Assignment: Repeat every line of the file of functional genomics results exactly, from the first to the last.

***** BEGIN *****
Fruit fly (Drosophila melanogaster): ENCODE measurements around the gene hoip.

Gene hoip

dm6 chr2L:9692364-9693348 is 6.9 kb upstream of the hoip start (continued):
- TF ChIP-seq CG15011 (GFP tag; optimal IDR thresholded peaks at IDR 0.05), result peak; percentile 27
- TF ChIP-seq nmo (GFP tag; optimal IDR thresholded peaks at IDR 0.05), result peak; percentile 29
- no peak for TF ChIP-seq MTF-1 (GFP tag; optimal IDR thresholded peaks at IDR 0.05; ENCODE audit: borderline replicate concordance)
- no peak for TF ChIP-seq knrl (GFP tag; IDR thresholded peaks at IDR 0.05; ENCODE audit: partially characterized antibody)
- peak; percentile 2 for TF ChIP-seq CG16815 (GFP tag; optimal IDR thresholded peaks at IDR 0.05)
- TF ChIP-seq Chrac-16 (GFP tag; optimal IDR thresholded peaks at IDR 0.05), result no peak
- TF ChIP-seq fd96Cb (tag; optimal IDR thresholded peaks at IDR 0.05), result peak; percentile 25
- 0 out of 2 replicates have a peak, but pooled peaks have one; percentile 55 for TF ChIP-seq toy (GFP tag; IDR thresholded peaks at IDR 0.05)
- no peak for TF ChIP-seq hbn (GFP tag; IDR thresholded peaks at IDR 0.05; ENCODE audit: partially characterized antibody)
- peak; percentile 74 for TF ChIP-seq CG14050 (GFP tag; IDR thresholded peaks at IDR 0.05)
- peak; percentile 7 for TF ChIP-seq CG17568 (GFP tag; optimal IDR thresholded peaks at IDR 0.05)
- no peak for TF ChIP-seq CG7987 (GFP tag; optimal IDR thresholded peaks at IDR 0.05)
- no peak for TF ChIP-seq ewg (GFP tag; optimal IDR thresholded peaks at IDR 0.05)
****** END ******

Fruit fly (Drosophila melanogaster): ENCODE measurements around the gene hoip.

Gene hoip

dm6 chr2L:9692364-9693348 is 6.9 kb upstream of the hoip start (continued):
- TF ChIP-seq CG15011 (GFP tag; optimal IDR thresholded peaks at IDR 0.05), result peak; percentile 27
- TF ChIP-seq nmo (GFP tag; optimal IDR thresholded peaks at IDR 0.05), result peak; percentile 29
- no peak for TF ChIP-seq MTF-1 (GFP tag; optimal IDR thresholded peaks at IDR 0.05; ENCODE audit: borderline replicate concordance)
- no peak for TF ChIP-seq knrl (GFP tag; IDR thresholded peaks at IDR 0.05; ENCODE audit: partially characterized antibody)
- peak; percentile 2 for TF ChIP-seq CG16815 (GFP tag; optimal IDR thresholded peaks at IDR 0.05)
- TF ChIP-seq Chrac-16 (GFP tag; optimal IDR thresholded peaks at IDR 0.05), result no peak
- TF ChIP-seq fd96Cb (tag; optimal IDR thresholded peaks at IDR 0.05), result peak; percentile 25
- 0 out of 2 replicates have a peak, but pooled peaks have one; percentile 55 for TF ChIP-seq toy (GFP tag; IDR thresholded peaks at IDR 0.05)
- no peak for TF ChIP-seq hbn (GFP tag; IDR thresholded peaks at IDR 0.05; ENCODE audit: partially characterized antibody)
- peak; percentile 74 for TF ChIP-seq CG14050 (GFP tag; IDR thresholded peaks at IDR 0.05)
- peak; percentile 7 for TF ChIP-seq CG17568 (GFP tag; optimal IDR thresholded peaks at IDR 0.05)
- no peak for TF ChIP-seq CG7987 (GFP tag; optimal IDR thresholded peaks at IDR 0.05)
- no peak for TF ChIP-seq ewg (GFP tag; optimal IDR thresholded peaks at IDR 0.05)